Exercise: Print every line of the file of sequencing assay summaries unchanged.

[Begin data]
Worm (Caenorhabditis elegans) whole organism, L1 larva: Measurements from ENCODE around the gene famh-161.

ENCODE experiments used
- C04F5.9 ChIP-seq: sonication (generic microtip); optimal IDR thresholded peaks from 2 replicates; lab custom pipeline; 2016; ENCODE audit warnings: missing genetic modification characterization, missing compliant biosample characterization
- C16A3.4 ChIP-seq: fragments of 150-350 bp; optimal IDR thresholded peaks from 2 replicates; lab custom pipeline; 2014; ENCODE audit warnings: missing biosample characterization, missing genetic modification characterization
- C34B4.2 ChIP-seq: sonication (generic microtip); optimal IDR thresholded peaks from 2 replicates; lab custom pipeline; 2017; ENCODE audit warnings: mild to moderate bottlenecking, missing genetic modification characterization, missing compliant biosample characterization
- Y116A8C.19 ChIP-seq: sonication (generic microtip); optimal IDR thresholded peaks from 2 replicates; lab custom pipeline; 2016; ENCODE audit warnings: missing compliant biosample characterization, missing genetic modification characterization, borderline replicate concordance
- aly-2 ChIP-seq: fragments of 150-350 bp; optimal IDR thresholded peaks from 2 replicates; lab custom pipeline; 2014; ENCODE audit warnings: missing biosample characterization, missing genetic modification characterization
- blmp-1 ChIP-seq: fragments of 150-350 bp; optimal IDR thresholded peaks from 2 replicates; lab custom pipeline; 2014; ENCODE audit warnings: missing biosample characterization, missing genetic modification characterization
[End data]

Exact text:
Worm (Caenorhabditis elegans) whole organism, L1 larva: Measurements from ENCODE around the gene famh-161.

ENCODE experiments used
- C04F5.9 ChIP-seq: sonication (generic microtip); optimal IDR thresholded peaks from 2 replicates; lab custom pipeline; 2016; ENCODE audit warnings: missing genetic modification characterization, missing compliant biosample characterization
- C16A3.4 ChIP-seq: fragments of 150-350 bp; optimal IDR thresholded peaks from 2 replicates; lab custom pipeline; 2014; ENCODE audit warnings: missing biosample characterization, missing genetic modification characterization
- C34B4.2 ChIP-seq: sonication (generic microtip); optimal IDR thresholded peaks from 2 replicates; lab custom pipeline; 2017; ENCODE audit warnings: mild to moderate bottlenecking, missing genetic modification characterization, missing compliant biosample characterization
- Y116A8C.19 ChIP-seq: sonication (generic microtip); optimal IDR thresholded peaks from 2 replicates; lab custom pipeline; 2016; ENCODE audit warnings: missing compliant biosample characterization, missing genetic modification characterization, borderline replicate concordance
- aly-2 ChIP-seq: fragments of 150-350 bp; optimal IDR thresholded peaks from 2 replicates; lab custom pipeline; 2014; ENCODE audit warnings: missing biosample characterization, missing genetic modification characterization
- blmp-1 ChIP-seq: fragments of 150-350 bp; optimal IDR thresholded peaks from 2 replicates; lab custom pipeline; 2014; ENCODE audit warnings: missing biosample characterization, missing genetic modification characterization